September 2006

Grant Results

SUMMARY

From 2003 to 2004, researchers from the Urban Institute, Washington, assessed the health status of residents who were relocated as part of a federal program — called HOPE VI — to demolish decaying public housing developments and replace them with mixed-income housing.

The Urban Institute is a nonprofit, nonpartisan organization that conducts research on social and economic issues affecting America's cities and urban populations.

Key Findings
Project staff reported the following findings in the 2004 report, How Are HOPE VI Families Faring? Health:

  • The overall health of those in the HOPE VI survey is significantly worse than the general population. Forty-one percent reported their health as fair or poor, a rate more than three times greater than self-reports among all adults nationally and twice that of black women nationally.
  • About one-quarter (28 percent) of adults reported at least one of the five health problems targeted in the study (obesity, hypertension, diabetes, arthritis or asthma). Forty-four percent of adults reported two or more of these chronic health conditions.
  • Nine percent of households have at least one child between ages eight and 16 in fair or poor health, a rate three times higher than the national figure.
  • Some 17 percent of respondents reported that they had experienced a major depressive episode in the previous year, a rate almost three times higher than that observed among women nationally.
  • Health problems prevented many respondents from carrying out ordinary daily physical activities. Half (51 percent) reported difficulty with physical mobility, including such activities as walking up stairs or standing for long periods. More than one-quarter said their physical health prevented them from working or attending education or training activities.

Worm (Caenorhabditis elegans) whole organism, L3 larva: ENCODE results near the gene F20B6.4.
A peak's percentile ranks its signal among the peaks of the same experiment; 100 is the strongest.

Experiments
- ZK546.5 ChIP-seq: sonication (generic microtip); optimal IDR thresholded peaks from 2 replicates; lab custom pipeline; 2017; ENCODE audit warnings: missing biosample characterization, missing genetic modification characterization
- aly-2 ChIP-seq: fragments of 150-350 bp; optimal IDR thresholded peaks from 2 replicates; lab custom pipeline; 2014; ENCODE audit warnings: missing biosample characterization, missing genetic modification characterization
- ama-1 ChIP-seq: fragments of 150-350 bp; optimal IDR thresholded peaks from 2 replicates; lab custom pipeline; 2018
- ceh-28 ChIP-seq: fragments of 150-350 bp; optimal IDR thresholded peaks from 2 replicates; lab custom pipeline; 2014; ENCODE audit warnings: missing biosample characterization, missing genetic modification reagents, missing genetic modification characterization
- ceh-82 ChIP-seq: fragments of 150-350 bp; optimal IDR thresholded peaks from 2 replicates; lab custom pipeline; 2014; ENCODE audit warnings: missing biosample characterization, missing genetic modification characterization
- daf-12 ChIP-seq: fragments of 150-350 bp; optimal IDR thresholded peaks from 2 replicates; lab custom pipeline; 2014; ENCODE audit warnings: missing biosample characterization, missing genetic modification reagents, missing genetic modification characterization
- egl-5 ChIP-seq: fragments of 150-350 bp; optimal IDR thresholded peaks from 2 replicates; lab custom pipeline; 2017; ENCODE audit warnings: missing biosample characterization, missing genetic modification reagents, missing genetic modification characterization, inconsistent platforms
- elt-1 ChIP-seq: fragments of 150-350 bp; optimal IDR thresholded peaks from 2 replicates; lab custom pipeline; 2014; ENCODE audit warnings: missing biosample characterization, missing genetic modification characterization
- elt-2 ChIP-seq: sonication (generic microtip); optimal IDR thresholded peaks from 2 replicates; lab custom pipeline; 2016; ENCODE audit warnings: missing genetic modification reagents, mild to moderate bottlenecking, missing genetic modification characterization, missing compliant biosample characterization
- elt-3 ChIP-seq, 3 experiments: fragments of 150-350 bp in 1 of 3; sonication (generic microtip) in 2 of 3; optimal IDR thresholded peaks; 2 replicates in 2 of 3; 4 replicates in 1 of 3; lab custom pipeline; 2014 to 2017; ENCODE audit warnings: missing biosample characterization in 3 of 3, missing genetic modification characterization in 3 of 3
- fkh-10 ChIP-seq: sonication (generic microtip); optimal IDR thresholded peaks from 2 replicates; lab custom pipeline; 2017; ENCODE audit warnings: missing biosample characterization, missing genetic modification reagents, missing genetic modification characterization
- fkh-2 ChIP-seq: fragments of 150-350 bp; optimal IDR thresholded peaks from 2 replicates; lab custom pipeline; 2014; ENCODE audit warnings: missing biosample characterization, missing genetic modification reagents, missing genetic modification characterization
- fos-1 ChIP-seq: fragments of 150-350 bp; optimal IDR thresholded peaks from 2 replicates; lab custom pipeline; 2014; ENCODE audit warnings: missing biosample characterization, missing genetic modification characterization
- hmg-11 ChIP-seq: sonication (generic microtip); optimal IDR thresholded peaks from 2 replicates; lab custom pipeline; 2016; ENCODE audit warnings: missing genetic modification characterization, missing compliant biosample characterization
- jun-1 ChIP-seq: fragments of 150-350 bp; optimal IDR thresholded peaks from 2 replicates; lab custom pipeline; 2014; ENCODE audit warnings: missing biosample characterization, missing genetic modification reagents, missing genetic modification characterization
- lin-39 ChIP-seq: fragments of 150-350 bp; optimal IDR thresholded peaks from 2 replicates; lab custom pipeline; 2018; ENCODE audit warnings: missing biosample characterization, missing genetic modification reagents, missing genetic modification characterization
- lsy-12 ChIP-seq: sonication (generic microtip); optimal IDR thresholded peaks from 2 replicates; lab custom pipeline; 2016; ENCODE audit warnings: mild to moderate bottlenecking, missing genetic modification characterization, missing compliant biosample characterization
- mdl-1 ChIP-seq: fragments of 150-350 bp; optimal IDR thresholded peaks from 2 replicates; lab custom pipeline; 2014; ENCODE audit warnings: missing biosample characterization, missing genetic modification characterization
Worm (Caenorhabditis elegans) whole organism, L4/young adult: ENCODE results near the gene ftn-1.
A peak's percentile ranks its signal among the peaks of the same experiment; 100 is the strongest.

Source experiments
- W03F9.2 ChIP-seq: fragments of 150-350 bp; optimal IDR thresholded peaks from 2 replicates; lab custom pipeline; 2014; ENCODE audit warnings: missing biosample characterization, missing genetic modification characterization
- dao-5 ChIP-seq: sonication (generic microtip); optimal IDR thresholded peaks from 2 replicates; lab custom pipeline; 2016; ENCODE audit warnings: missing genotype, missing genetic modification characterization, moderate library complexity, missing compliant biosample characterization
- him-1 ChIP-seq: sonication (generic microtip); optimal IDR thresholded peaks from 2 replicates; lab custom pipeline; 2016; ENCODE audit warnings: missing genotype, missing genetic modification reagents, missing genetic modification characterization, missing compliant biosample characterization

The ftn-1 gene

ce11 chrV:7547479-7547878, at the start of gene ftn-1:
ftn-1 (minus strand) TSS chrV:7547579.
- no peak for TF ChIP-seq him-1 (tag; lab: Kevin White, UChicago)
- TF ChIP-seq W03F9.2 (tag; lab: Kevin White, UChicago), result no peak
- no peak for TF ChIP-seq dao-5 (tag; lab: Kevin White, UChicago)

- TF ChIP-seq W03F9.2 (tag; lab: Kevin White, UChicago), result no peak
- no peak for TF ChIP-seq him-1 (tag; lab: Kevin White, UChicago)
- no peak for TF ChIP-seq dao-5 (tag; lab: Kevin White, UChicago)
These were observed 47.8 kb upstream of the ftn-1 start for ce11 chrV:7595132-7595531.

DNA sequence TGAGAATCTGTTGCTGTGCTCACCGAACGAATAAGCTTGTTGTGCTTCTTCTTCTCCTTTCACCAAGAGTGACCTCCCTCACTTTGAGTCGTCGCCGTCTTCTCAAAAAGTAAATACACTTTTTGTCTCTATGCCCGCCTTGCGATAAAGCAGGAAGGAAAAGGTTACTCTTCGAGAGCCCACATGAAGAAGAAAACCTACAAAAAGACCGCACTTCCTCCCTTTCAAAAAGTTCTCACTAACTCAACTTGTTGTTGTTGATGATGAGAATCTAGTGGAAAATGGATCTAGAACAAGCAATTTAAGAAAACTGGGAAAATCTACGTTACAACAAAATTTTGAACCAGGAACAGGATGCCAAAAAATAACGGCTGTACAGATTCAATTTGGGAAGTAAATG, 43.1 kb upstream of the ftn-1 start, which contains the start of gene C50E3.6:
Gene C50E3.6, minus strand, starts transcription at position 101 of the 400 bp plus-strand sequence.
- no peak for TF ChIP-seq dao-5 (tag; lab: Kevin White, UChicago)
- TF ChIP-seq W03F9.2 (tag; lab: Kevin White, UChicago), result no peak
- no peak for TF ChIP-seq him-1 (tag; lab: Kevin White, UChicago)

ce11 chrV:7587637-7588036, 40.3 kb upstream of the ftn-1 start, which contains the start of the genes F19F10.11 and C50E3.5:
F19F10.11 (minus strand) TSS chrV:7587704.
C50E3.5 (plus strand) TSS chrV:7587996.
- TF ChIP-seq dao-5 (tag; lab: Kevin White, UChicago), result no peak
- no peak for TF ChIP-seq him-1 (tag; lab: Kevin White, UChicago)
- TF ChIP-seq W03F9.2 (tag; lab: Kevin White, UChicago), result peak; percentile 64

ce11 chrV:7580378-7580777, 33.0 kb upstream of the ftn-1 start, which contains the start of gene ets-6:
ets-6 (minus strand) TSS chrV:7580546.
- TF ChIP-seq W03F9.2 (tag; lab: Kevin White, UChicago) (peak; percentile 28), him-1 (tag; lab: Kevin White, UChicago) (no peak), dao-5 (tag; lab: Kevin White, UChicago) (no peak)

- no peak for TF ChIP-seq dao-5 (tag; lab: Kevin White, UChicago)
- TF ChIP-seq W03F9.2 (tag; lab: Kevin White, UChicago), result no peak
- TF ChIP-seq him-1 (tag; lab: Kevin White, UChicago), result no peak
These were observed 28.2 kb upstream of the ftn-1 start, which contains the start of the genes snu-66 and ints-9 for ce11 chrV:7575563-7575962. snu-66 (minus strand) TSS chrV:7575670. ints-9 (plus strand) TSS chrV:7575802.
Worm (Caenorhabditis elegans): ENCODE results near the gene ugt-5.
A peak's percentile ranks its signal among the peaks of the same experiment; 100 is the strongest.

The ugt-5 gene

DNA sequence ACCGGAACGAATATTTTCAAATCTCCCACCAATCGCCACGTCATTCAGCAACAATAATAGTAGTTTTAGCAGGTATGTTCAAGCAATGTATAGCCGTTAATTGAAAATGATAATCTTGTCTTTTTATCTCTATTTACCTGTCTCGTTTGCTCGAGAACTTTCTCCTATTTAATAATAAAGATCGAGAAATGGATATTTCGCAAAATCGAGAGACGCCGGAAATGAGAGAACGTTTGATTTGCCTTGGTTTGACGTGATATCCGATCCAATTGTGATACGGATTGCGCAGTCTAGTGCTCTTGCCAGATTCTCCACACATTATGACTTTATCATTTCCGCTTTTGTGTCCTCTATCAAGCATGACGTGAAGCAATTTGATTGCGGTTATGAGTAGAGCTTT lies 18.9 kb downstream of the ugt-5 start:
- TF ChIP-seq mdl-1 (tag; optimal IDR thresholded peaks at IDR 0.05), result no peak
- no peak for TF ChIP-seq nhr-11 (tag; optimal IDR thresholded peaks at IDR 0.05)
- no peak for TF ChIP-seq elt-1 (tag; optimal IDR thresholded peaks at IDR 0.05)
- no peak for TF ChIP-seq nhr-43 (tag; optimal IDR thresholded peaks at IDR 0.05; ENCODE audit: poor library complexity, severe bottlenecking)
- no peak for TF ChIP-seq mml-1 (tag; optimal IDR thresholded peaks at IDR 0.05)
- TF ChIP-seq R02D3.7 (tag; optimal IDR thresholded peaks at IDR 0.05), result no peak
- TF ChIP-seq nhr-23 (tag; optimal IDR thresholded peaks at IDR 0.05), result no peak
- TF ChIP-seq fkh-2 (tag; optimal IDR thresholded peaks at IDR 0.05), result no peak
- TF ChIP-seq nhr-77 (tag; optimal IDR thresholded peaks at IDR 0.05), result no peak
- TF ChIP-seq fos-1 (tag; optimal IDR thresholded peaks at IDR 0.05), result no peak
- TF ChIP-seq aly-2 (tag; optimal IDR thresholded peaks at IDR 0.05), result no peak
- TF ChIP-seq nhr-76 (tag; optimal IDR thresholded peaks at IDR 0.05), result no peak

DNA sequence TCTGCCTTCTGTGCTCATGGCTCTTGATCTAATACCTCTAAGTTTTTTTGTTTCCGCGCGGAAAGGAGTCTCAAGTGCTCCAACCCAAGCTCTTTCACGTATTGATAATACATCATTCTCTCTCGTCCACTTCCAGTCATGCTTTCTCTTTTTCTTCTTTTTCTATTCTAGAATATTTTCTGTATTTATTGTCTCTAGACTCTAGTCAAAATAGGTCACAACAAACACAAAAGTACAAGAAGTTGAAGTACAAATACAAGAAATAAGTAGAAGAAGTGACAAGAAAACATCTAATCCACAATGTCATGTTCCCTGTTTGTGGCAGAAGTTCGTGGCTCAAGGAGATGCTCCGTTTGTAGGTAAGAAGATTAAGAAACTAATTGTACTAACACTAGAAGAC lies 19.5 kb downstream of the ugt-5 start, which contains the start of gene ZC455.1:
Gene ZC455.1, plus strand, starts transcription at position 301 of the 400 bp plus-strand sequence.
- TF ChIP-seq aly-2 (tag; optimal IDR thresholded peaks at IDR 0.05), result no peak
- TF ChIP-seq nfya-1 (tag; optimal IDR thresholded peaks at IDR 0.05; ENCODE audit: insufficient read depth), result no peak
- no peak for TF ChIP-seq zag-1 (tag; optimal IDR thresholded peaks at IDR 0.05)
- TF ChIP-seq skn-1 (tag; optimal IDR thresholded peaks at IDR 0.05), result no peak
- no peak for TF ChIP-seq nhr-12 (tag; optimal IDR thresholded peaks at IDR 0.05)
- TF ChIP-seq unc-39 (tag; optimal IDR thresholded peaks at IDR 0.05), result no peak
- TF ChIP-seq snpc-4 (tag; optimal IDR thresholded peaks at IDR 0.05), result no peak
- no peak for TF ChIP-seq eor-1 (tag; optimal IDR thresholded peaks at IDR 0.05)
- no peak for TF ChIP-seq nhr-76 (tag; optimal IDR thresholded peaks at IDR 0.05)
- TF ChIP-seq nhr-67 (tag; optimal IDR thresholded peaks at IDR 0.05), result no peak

Funding
The Robert Wood Johnson Foundation (RWJF) provided $380,261 in support of the project from January 2003 through June 2004.

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THE PROBLEM

The HOPE VI program is the major federal initiative designed to transform public housing developments nationwide. Under HOPE VI, distressed and decaying public housing developments are being demolished and residents are being relocated to new mixed-income housing.

As part of its Hope VI Panel Study, researchers from the Urban Institute have been tracking the living conditions and well-being of residents from five developments where revitalization activities began in mid-to-late 2001 (see Appendix 2 for sites).

In a 2002 survey, the researchers found that both adults and children were in poor health overall, with many respondents suffering from multiple chronic conditions that required ongoing care and created significant barriers to employment (see Appendix 3 for more detail). The baseline findings suggested that researchers needed to include more detailed and comprehensive measures of health status among adults and children during its next wave of data collection.

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RWJF STRATEGY

The project was part of RWJF's Vulnerable Populations portfolio, which supports RWJF's long-standing interest in the health and well-being of vulnerable populations. Programs and projects within the portfolio aim to promote innovative community-based solutions that, in combination with social factors, affect health and health care outcomes for society's most vulnerable people.

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THE PROJECT